Just as Thomas said that, Jaime nudged me. “Love, tell him about your Lola’s painting!” At that moment, everything fell into place. I called my mom and told her about Thomas. By the time we had returned from our Iloilo trip, my grandmother was on board with having him restore the painting.

Our priority was the restoration, and we had forgotten about having the painting authenticated. Luckily, Thomas knew just the people to do it. He set up a meeting with three people: Rafael Concepcion, a Fine Arts professor of Far Eastern University, specializing in art conservation; Danilo Santiago, the University of Santo Tomas Fine Arts and Design Department Chair; and Nicanor Legazpi Jr., former art curator at the National Museum of the Philippines.

I was still wondering why there were two signatures in the first place. If there was ever a group of people to ask, it was them. They speculated that, at the time, de la Rosa may have been too sick to finish it. De La Rosa had also been caring for his wife, who had cancer.

The professors noted that most of the work on the painting was done by de la Rosa, based on the brush strokes on the face, neck, and details on my great-grandmother’s dress. They surmised that Pablo Amorsolo, who was living with them at the time, finished the rest and signed it as well.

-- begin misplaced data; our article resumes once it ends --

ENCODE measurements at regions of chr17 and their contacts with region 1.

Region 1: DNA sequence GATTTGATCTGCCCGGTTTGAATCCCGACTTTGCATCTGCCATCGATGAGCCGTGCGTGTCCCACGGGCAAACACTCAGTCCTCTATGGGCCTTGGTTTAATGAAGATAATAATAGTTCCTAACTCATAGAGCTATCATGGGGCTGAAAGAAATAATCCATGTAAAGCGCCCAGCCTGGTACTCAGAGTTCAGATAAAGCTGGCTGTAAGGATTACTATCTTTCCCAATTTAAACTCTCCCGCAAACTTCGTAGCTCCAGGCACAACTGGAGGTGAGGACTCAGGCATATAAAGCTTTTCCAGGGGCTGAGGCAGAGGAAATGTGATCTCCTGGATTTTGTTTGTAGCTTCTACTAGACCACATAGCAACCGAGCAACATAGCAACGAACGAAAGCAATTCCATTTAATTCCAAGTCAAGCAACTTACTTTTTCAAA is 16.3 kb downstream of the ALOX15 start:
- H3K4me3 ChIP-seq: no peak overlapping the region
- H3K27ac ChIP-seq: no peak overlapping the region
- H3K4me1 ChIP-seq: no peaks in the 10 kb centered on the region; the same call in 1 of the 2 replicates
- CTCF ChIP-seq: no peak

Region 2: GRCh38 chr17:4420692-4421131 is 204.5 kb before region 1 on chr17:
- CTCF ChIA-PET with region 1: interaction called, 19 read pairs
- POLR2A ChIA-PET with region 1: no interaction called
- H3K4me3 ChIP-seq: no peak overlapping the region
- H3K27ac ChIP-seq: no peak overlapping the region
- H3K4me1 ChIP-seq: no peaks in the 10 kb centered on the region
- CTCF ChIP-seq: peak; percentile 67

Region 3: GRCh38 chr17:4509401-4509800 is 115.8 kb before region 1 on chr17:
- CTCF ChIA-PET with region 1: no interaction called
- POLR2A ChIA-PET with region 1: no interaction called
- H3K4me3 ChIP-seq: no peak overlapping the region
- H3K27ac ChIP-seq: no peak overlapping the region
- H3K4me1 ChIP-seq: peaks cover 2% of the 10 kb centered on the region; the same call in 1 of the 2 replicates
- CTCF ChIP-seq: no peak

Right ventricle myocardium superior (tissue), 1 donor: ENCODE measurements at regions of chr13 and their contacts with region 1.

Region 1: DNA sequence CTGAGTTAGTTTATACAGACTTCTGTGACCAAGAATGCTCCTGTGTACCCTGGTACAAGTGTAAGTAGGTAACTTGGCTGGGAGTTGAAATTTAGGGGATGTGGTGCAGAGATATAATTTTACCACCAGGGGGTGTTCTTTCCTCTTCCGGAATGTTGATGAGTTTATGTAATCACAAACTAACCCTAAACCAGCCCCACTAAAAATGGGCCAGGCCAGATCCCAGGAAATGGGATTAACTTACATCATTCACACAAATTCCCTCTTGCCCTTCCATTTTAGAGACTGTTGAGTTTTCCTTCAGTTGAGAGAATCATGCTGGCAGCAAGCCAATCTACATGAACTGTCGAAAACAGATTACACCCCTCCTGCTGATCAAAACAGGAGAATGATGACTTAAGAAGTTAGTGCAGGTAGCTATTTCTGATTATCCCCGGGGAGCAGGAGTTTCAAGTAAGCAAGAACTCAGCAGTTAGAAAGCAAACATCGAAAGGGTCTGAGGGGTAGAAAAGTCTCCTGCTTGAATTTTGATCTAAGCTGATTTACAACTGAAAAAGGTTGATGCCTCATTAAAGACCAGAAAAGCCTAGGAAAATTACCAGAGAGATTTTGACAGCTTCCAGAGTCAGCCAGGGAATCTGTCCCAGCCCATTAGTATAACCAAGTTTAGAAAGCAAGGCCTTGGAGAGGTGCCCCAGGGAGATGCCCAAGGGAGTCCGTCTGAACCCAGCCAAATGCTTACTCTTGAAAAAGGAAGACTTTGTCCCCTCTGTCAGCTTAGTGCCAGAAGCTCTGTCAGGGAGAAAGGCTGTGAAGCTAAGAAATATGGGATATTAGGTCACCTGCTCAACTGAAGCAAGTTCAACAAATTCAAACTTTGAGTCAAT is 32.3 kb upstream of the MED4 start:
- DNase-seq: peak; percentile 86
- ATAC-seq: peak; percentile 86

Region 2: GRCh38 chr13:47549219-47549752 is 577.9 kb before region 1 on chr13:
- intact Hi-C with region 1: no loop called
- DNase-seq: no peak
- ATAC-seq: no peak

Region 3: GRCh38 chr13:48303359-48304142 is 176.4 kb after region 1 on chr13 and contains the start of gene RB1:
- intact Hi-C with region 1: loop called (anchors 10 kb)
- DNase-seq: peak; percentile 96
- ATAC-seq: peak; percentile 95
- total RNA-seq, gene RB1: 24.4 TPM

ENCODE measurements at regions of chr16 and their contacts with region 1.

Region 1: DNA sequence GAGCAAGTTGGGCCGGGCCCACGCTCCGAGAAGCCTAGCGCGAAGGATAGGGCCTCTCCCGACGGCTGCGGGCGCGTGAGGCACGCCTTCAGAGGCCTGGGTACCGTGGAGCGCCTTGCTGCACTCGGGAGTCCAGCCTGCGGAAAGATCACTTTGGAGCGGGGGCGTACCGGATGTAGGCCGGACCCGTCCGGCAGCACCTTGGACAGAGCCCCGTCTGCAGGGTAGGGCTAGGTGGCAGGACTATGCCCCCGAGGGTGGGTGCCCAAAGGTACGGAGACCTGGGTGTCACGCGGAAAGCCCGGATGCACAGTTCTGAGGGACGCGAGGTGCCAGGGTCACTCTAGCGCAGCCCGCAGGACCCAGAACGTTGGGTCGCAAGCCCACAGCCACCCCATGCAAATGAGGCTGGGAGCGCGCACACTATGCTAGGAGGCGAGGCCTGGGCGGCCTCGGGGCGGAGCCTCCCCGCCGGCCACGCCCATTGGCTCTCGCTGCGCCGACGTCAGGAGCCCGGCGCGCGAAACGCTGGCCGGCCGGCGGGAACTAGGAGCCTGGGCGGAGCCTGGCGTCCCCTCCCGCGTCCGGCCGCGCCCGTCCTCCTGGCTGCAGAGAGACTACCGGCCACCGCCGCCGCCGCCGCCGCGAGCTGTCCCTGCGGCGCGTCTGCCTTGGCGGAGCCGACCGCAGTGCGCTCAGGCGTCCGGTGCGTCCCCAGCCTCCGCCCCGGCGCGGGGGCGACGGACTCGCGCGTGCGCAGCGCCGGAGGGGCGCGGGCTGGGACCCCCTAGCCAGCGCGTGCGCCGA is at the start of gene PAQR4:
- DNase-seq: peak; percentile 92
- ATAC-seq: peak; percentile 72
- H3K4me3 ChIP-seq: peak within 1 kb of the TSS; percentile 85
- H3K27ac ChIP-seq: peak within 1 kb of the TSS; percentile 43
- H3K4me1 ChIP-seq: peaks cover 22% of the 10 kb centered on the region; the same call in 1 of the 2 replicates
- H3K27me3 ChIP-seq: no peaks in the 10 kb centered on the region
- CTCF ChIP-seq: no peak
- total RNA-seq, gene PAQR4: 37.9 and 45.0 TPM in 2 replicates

The three unanimously declared it an authentic interaction piece between the two artists. Based on that decision, they all signed an authentication certificate, and even gave Thomas advice on the best way to go about the restoration process.

“No pressure, Thomas!” I said, laughing nervously, when I handed Thomas the painting.

The month that Thomas worked on the painting gave me a little anxiety. There was always the possibility that something could go wrong. I reminded myself of all the other valuable paintings he had restored, and of his own beautiful paintings. He frequently sent us photos of his progress. While I was sure he did that because he was proud of his work, I think he also wanted to put our minds at ease.

Thomas worked with extreme detail, but he worked quickly; I suspect he was just as excited about seeing the portrait close to its original form. He even picked out a frame and put it under glass to protect it—a far cry from the newspaper and cardboard that had housed it for several decades. My great-grandmother’s portrait was then fit to withstand another lifetime.

My grandmother turned 93 this year, and we unveiled the restored painting in time for her birthday. She told me how happy she was that it was finally finished, and that she had wanted to see it restored for so long. As we talked about it, all my favorite stories of her childhood naturally came back, so I asked her again about the house she grew up in: the one with the Chinese cook, the Indian driver. She was only too happy tell me the story again, as if it were the first time I had asked.

Much like her other stories, the story of this portrait is one I won’t tire of telling. Having been through the war, stored under the bed wrapped in newspaper, then rescued from both: this is a painting whose story involves four generations of my family. And that, more than anything, makes it one of our greatest treasures.